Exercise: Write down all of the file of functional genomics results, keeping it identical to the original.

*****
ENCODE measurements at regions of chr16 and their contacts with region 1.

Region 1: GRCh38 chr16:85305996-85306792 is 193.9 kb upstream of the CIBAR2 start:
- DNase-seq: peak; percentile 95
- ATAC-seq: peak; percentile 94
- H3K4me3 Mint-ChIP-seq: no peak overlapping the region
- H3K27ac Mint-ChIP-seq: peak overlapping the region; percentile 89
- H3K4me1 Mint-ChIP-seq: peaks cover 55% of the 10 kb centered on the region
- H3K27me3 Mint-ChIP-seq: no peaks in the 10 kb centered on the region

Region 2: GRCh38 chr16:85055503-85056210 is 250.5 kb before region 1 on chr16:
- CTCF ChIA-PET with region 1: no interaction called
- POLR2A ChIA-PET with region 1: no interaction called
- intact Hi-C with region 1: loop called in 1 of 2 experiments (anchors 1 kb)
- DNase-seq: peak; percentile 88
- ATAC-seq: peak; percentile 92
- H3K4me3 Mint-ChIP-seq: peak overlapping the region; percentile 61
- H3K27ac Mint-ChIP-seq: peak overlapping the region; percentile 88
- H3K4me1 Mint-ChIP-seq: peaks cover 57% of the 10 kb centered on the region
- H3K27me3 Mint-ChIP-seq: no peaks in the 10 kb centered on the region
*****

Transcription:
ENCODE measurements at regions of chr16 and their contacts with region 1.

Region 1: GRCh38 chr16:85305996-85306792 is 193.9 kb upstream of the CIBAR2 start:
- DNase-seq: peak; percentile 95
- ATAC-seq: peak; percentile 94
- H3K4me3 Mint-ChIP-seq: no peak overlapping the region
- H3K27ac Mint-ChIP-seq: peak overlapping the region; percentile 89
- H3K4me1 Mint-ChIP-seq: peaks cover 55% of the 10 kb centered on the region
- H3K27me3 Mint-ChIP-seq: no peaks in the 10 kb centered on the region

Region 2: GRCh38 chr16:85055503-85056210 is 250.5 kb before region 1 on chr16:
- CTCF ChIA-PET with region 1: no interaction called
- POLR2A ChIA-PET with region 1: no interaction called
- intact Hi-C with region 1: loop called in 1 of 2 experiments (anchors 1 kb)
- DNase-seq: peak; percentile 88
- ATAC-seq: peak; percentile 92
- H3K4me3 Mint-ChIP-seq: peak overlapping the region; percentile 61
- H3K27ac Mint-ChIP-seq: peak overlapping the region; percentile 88
- H3K4me1 Mint-ChIP-seq: peaks cover 57% of the 10 kb centered on the region
- H3K27me3 Mint-ChIP-seq: no peaks in the 10 kb centered on the region